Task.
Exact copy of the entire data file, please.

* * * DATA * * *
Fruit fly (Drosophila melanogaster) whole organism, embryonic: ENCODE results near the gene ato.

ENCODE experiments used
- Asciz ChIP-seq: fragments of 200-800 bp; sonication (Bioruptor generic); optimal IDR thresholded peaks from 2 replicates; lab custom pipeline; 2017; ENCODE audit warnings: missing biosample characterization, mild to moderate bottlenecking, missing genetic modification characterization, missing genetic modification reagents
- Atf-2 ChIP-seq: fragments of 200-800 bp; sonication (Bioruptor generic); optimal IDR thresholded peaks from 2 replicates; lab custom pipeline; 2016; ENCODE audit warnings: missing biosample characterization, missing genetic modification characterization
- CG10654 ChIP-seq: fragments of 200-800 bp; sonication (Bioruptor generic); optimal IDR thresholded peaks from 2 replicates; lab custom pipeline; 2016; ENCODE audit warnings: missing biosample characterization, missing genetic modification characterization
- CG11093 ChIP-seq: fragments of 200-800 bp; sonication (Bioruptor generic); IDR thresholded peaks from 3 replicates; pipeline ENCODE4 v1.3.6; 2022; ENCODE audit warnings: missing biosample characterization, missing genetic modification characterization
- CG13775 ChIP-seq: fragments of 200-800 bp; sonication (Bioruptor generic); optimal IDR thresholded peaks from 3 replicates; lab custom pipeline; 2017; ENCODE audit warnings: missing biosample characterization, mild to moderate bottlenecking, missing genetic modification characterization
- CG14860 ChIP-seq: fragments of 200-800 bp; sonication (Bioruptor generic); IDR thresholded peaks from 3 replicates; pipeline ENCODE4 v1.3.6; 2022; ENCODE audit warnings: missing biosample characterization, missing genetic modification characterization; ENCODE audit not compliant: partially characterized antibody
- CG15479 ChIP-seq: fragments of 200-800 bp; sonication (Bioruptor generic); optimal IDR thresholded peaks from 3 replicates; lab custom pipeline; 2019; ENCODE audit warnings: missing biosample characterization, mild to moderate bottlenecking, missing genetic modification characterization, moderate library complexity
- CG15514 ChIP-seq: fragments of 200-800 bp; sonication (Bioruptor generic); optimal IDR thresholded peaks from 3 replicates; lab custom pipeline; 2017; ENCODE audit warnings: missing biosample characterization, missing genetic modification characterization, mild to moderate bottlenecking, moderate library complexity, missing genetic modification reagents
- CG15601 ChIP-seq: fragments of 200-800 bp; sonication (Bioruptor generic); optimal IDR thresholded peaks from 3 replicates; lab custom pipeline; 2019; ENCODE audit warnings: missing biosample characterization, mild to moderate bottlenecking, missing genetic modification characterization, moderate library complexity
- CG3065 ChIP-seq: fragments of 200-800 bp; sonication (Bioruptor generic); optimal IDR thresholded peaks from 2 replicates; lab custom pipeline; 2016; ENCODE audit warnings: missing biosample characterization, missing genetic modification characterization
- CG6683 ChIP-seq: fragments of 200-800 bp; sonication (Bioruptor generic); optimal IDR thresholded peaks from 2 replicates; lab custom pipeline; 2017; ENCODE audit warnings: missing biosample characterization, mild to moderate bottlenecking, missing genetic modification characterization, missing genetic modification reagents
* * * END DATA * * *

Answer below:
Fruit fly (Drosophila melanogaster) whole organism, embryonic: ENCODE results near the gene ato.

ENCODE experiments used
- Asciz ChIP-seq: fragments of 200-800 bp; sonication (Bioruptor generic); optimal IDR thresholded peaks from 2 replicates; lab custom pipeline; 2017; ENCODE audit warnings: missing biosample characterization, mild to moderate bottlenecking, missing genetic modification characterization, missing genetic modification reagents
- Atf-2 ChIP-seq: fragments of 200-800 bp; sonication (Bioruptor generic); optimal IDR thresholded peaks from 2 replicates; lab custom pipeline; 2016; ENCODE audit warnings: missing biosample characterization, missing genetic modification characterization
- CG10654 ChIP-seq: fragments of 200-800 bp; sonication (Bioruptor generic); optimal IDR thresholded peaks from 2 replicates; lab custom pipeline; 2016; ENCODE audit warnings: missing biosample characterization, missing genetic modification characterization
- CG11093 ChIP-seq: fragments of 200-800 bp; sonication (Bioruptor generic); IDR thresholded peaks from 3 replicates; pipeline ENCODE4 v1.3.6; 2022; ENCODE audit warnings: missing biosample characterization, missing genetic modification characterization
- CG13775 ChIP-seq: fragments of 200-800 bp; sonication (Bioruptor generic); optimal IDR thresholded peaks from 3 replicates; lab custom pipeline; 2017; ENCODE audit warnings: missing biosample characterization, mild to moderate bottlenecking, missing genetic modification characterization
- CG14860 ChIP-seq: fragments of 200-800 bp; sonication (Bioruptor generic); IDR thresholded peaks from 3 replicates; pipeline ENCODE4 v1.3.6; 2022; ENCODE audit warnings: missing biosample characterization, missing genetic modification characterization; ENCODE audit not compliant: partially characterized antibody
- CG15479 ChIP-seq: fragments of 200-800 bp; sonication (Bioruptor generic); optimal IDR thresholded peaks from 3 replicates; lab custom pipeline; 2019; ENCODE audit warnings: missing biosample characterization, mild to moderate bottlenecking, missing genetic modification characterization, moderate library complexity
- CG15514 ChIP-seq: fragments of 200-800 bp; sonication (Bioruptor generic); optimal IDR thresholded peaks from 3 replicates; lab custom pipeline; 2017; ENCODE audit warnings: missing biosample characterization, missing genetic modification characterization, mild to moderate bottlenecking, moderate library complexity, missing genetic modification reagents
- CG15601 ChIP-seq: fragments of 200-800 bp; sonication (Bioruptor generic); optimal IDR thresholded peaks from 3 replicates; lab custom pipeline; 2019; ENCODE audit warnings: missing biosample characterization, mild to moderate bottlenecking, missing genetic modification characterization, moderate library complexity
- CG3065 ChIP-seq: fragments of 200-800 bp; sonication (Bioruptor generic); optimal IDR thresholded peaks from 2 replicates; lab custom pipeline; 2016; ENCODE audit warnings: missing biosample characterization, missing genetic modification characterization
- CG6683 ChIP-seq: fragments of 200-800 bp; sonication (Bioruptor generic); optimal IDR thresholded peaks from 2 replicates; lab custom pipeline; 2017; ENCODE audit warnings: missing biosample characterization, mild to moderate bottlenecking, missing genetic modification characterization, missing genetic modification reagents